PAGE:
Naval complex makeover slated for early 2013
5th December 2011 · 0 Comments
By Susan Buchanan
After a series of natural and man-made catastrophes, the Crescent City has become a place to share expertise on flooding, high winds, spilled oil and any other grief that comes down the pike. Construction work on a disaster management center, proposed a couple of years ago for the closed Naval Support Activity facility in the Bywater, could begin in early 2013, city leaders say. Expected, additional uses for the 25-acre complex include “at risk” housing, a grocery store, a clinic, police and fire offices and maybe a cruise center.
Belinda Little-Wood, executive director of the NSA New Orleans Advisory Task Force, said “a reuse plan proposes using part of the East Bank complex as an emergency disaster center, building on cumulative knowledge from Katrina and other disasters, including the BP spill.” The city is the designated, development authority for rehabbing the facility.
In 2005, the Bywater complex, along with a number of other U.S. bases, were declared surplus under the Base Realignment and Closure Act, approved by Congress. Since then, Navy and Marine Reserve operations in the Bywater have been relocated to Federal City on the West Bank in Algiers.
The proposed Bywater disaster center will provide offices for nonprofits, think tanks, for-profit entities and government agencies from the city, the nation and other countries. “Disaster management is a fairly large industry internationally, but it isn’t very coordinated,” Little-Wood said. Government typically takes the lead in disasters while operations are handled by private contractors, she noted, and added that “the industry has coalesced locally since Katrina, though offices are spread across the state.”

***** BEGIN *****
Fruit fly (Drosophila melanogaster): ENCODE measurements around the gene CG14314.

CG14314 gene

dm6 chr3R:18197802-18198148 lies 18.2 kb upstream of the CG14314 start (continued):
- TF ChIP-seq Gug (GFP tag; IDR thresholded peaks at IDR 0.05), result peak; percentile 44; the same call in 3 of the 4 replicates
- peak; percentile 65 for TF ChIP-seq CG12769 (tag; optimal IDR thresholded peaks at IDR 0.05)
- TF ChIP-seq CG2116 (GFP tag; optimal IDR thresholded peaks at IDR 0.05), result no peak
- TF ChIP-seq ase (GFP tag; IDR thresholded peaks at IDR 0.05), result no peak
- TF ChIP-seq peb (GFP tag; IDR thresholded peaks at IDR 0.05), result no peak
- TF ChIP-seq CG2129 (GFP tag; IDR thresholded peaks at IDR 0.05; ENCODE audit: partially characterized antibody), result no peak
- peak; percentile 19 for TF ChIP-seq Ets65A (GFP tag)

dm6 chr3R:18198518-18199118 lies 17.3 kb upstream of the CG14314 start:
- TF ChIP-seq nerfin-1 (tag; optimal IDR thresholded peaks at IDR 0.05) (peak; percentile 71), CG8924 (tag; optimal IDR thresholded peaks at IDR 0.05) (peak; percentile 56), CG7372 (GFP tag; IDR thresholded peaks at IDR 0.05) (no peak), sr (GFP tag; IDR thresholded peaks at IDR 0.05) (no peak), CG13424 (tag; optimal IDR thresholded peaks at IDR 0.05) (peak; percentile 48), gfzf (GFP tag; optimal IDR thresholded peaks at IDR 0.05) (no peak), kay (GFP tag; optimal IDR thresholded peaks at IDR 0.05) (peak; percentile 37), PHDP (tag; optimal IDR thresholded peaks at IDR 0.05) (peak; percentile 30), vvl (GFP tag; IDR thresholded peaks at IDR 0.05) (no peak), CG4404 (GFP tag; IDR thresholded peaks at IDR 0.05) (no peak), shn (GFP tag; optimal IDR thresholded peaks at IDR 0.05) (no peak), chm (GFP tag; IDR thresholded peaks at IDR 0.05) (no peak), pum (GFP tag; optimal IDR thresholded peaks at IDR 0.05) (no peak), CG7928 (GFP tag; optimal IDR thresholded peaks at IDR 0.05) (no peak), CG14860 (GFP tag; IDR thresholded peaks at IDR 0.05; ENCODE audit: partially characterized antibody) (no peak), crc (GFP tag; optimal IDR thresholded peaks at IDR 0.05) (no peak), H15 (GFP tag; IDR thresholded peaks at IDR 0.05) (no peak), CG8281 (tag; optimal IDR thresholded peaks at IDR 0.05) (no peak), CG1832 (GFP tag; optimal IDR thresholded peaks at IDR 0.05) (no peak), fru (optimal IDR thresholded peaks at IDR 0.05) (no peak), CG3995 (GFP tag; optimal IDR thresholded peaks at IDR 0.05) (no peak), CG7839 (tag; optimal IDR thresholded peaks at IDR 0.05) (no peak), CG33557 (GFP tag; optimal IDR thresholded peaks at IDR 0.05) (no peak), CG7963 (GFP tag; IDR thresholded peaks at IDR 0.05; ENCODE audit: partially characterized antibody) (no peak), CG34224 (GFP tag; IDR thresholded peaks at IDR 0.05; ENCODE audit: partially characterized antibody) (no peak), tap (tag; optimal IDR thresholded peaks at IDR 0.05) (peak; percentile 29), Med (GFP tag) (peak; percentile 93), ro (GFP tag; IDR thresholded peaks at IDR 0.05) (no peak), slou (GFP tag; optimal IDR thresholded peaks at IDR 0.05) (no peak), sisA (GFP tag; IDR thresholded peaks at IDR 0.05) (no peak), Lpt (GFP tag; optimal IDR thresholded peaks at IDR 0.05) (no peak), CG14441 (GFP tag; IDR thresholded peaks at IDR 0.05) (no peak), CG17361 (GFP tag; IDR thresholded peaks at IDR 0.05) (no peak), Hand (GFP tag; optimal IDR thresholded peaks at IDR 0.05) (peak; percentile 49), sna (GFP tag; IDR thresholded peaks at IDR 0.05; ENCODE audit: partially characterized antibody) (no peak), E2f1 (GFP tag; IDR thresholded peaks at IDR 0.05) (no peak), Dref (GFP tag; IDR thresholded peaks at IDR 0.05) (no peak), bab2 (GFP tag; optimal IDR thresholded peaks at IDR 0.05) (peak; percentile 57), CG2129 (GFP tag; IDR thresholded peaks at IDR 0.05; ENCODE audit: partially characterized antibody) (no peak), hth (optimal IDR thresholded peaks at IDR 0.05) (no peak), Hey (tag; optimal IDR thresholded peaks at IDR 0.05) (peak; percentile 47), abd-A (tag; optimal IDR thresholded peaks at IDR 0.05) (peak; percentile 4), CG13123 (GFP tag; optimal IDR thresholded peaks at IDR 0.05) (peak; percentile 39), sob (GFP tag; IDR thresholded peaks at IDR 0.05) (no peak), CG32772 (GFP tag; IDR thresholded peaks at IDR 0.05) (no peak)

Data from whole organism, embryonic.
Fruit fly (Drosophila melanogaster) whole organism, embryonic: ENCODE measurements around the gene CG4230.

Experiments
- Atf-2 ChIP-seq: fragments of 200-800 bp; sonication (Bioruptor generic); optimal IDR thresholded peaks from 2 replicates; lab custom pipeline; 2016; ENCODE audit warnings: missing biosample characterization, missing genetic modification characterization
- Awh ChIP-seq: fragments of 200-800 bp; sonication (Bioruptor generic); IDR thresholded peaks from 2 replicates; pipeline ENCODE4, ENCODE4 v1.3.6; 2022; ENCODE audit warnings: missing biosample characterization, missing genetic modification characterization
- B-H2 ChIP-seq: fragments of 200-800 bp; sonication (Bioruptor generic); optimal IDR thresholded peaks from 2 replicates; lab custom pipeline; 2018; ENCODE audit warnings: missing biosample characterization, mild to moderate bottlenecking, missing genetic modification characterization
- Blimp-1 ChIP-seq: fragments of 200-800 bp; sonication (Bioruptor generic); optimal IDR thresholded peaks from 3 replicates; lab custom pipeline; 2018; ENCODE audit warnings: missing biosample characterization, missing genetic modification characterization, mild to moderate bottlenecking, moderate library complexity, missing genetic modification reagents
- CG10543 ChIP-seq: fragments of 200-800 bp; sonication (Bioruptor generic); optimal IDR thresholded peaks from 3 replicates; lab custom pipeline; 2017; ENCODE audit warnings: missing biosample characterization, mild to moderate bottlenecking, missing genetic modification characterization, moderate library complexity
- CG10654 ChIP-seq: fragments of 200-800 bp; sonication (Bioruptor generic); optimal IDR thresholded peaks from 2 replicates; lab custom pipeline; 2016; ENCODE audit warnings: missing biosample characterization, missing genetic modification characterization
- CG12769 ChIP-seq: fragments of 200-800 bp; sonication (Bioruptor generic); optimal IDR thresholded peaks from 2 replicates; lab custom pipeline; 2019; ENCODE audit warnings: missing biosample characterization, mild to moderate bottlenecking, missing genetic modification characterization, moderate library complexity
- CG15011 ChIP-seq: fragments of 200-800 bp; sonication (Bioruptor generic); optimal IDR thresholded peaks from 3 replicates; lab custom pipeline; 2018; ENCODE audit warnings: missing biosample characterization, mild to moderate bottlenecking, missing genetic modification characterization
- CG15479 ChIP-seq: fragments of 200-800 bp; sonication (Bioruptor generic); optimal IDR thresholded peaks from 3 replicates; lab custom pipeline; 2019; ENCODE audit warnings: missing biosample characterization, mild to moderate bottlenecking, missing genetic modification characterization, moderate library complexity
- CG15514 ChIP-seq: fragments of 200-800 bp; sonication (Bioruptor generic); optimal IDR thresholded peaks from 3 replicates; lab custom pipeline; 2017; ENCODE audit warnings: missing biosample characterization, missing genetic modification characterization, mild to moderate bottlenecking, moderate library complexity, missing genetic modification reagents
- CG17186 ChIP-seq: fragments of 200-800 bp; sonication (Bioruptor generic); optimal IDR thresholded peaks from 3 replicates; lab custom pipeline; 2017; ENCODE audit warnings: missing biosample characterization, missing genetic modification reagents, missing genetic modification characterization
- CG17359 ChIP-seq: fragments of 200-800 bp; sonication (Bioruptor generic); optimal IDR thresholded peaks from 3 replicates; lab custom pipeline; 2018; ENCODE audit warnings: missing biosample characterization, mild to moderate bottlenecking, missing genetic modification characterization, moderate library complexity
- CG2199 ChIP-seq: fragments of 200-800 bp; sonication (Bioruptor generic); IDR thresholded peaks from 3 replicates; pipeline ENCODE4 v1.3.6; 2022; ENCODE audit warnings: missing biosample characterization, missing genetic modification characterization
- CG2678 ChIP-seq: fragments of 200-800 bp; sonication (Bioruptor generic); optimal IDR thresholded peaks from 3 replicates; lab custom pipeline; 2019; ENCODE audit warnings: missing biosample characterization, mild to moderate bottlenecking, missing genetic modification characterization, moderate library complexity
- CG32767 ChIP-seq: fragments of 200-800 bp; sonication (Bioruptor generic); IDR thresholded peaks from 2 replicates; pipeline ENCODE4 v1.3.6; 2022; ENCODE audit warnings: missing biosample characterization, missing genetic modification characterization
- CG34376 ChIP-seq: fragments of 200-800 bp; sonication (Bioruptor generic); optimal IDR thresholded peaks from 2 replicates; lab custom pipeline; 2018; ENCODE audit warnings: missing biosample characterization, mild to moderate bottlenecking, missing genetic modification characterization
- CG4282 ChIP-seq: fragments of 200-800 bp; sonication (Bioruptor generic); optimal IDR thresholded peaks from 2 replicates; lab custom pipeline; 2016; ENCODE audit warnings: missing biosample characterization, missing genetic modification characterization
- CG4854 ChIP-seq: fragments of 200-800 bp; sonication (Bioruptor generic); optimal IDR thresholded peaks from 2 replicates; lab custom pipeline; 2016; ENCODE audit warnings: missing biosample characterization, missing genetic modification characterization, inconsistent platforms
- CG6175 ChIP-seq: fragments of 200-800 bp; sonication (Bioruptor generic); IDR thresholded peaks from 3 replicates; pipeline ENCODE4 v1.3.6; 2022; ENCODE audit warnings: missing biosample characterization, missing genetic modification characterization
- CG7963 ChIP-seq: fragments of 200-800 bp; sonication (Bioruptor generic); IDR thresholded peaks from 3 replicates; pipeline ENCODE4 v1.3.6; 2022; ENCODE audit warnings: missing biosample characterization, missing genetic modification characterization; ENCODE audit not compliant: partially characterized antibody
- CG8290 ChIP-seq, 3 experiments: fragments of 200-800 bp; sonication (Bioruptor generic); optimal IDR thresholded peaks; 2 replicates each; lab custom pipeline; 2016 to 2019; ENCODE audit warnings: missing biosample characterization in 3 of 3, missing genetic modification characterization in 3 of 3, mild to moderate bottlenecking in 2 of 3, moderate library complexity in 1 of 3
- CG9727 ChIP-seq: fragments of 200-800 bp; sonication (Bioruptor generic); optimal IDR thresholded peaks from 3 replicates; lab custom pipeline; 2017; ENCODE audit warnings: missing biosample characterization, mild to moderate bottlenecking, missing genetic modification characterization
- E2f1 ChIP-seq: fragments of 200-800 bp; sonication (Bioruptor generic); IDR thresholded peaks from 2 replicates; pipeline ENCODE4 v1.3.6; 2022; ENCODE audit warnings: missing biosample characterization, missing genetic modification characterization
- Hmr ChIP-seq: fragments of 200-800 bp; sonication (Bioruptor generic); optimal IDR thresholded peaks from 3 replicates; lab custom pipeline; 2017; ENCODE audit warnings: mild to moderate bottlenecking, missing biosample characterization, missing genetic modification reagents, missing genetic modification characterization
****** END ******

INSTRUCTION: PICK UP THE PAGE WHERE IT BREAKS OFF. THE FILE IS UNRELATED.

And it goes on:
She said “New Delhi, India has a center similar to what we’ve proposed but there’s nothing like it in the U.S.”
The Bywater site contains three, six-floor buildings, together totaling 1.5 million square feet, along with several smaller buildings; 1,640 square yards of roads, sidewalks and parking lots; an indoor racquetball court, outdoor basketball and volleyball courts, other recreational facilities and parade grounds; and a gas station.
On November 30, the city submitted a “conveyance” application, including an economic feasibility study, to the Dept. of Defense’s Navy Office of Project Management in Charleston, S.C. after the deadline was extended from Sept. 30. Little-Wood said “my guess is it will take 30 days to review the application and they’ll come back with some questions. The holiday season might affect the length of the approval process.”
She said “this application is the first step in the Navy turning the complex over to the city in a transition that’s expected to occur by March 31 of next year.”
Under its reuse plan, the city hopes to attract a grocery store or small supermarket, other retailers and a medical clinic to the first floor of Building 603, facing Poland Avenue. Upper floors will contain offices and research and education facilities for the disaster management industry.
In additional uses, nonprofit UNITY of Greater New Orleans, serving the homeless, expects to finance construction of an apartment building on one-and-a-half acres in the northeast corner of the site. Parts of that plan have already been ironed out between the city and the U.S. Dept. of Housing and Urban Development. By law, federal officials must contact an area’s homeless service providers when military buildings will be shut to ask if they might have uses for the land.
UNITY plans to erect more than 50 units of “permanent supportive housing” for those who may have been homeless, but aren’t homeless anymore, said Martha Kegel, UNITY’s executive director. Some of the tenants will be older foster children, who are at risk for becoming homeless as they leave foster care, and some of the occupants will be people with disabilities. UNITY’s services at the complex will be devoted to tenants signing two-year leases, and case workers will visit regularly—helping occupants find employment, set life goals and participate in neighborhood and faith-based activities.